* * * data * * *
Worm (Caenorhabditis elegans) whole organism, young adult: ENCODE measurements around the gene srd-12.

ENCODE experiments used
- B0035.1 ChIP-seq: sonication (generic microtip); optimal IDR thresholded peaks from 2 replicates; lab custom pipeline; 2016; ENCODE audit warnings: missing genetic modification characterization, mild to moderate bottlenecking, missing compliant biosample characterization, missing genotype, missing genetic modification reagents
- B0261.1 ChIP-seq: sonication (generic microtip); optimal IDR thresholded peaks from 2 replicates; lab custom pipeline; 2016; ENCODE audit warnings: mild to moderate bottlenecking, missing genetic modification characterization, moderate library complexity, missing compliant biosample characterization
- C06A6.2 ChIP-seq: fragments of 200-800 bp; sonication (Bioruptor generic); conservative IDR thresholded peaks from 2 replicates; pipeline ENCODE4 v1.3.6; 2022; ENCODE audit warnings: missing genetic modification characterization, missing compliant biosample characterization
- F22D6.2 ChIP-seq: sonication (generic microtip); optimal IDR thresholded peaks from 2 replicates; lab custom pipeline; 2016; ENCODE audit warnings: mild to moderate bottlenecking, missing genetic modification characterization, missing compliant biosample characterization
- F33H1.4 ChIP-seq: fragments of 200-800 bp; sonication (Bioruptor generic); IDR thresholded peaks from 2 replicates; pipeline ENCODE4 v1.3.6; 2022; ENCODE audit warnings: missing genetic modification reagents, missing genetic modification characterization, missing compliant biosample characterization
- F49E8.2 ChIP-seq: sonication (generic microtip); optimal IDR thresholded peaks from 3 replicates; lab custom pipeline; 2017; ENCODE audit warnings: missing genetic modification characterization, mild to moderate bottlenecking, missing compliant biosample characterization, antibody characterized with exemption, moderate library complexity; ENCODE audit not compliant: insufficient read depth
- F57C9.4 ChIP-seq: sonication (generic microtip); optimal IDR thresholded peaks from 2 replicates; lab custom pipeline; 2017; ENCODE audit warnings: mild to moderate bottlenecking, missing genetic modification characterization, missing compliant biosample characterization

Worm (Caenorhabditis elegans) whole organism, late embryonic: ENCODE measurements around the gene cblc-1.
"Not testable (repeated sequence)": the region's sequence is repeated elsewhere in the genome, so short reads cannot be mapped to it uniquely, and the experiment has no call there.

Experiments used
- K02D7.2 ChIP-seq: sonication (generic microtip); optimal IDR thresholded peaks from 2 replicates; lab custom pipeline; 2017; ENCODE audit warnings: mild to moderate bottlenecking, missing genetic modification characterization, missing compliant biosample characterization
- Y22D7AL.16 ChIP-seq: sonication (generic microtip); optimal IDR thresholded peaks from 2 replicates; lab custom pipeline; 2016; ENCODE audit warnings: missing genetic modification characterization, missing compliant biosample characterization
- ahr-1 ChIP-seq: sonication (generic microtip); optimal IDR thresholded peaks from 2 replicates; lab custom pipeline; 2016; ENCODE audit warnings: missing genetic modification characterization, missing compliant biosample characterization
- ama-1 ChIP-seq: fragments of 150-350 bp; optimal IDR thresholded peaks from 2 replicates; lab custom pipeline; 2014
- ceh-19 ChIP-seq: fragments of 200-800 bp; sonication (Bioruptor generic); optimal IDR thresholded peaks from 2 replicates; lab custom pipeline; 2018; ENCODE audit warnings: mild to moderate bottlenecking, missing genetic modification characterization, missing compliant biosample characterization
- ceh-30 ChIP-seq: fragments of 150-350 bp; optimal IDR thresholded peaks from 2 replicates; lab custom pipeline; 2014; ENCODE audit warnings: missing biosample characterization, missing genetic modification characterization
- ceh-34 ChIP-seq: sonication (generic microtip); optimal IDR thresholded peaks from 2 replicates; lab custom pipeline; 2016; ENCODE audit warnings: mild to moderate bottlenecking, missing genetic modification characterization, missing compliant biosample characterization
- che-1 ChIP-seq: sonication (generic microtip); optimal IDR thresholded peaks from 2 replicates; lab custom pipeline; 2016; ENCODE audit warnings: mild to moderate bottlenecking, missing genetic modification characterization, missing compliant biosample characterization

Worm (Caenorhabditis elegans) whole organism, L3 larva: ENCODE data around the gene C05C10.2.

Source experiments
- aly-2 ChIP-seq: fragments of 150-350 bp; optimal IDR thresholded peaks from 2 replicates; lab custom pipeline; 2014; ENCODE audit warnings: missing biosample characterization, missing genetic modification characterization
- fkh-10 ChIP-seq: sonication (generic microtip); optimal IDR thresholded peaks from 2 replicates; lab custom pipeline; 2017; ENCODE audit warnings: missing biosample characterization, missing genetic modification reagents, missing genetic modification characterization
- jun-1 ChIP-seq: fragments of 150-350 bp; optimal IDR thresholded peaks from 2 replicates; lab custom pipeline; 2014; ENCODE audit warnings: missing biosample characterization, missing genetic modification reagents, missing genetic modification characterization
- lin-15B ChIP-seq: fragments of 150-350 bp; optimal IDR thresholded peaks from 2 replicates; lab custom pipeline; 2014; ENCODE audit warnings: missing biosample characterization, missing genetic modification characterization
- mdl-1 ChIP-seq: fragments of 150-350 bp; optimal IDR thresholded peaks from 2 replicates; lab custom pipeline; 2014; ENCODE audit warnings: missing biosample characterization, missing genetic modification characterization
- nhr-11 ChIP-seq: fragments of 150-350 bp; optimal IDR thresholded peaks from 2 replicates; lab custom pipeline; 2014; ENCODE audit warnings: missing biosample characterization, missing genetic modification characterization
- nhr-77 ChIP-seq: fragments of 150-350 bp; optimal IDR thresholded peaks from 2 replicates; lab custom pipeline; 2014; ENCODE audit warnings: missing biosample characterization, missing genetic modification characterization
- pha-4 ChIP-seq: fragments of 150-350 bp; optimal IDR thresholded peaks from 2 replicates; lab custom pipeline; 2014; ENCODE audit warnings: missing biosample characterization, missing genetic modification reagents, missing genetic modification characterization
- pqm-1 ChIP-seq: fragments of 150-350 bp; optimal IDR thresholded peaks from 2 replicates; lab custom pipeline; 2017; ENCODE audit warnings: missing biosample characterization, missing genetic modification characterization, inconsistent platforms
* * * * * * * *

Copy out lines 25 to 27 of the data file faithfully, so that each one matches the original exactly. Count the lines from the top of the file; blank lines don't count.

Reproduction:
- jun-1 ChIP-seq: fragments of 150-350 bp; optimal IDR thresholded peaks from 2 replicates; lab custom pipeline; 2014; ENCODE audit warnings: missing biosample characterization, missing genetic modification reagents, missing genetic modification characterization
- lin-15B ChIP-seq: fragments of 150-350 bp; optimal IDR thresholded peaks from 2 replicates; lab custom pipeline; 2014; ENCODE audit warnings: missing biosample characterization, missing genetic modification characterization
- mdl-1 ChIP-seq: fragments of 150-350 bp; optimal IDR thresholded peaks from 2 replicates; lab custom pipeline; 2014; ENCODE audit warnings: missing biosample characterization, missing genetic modification characterization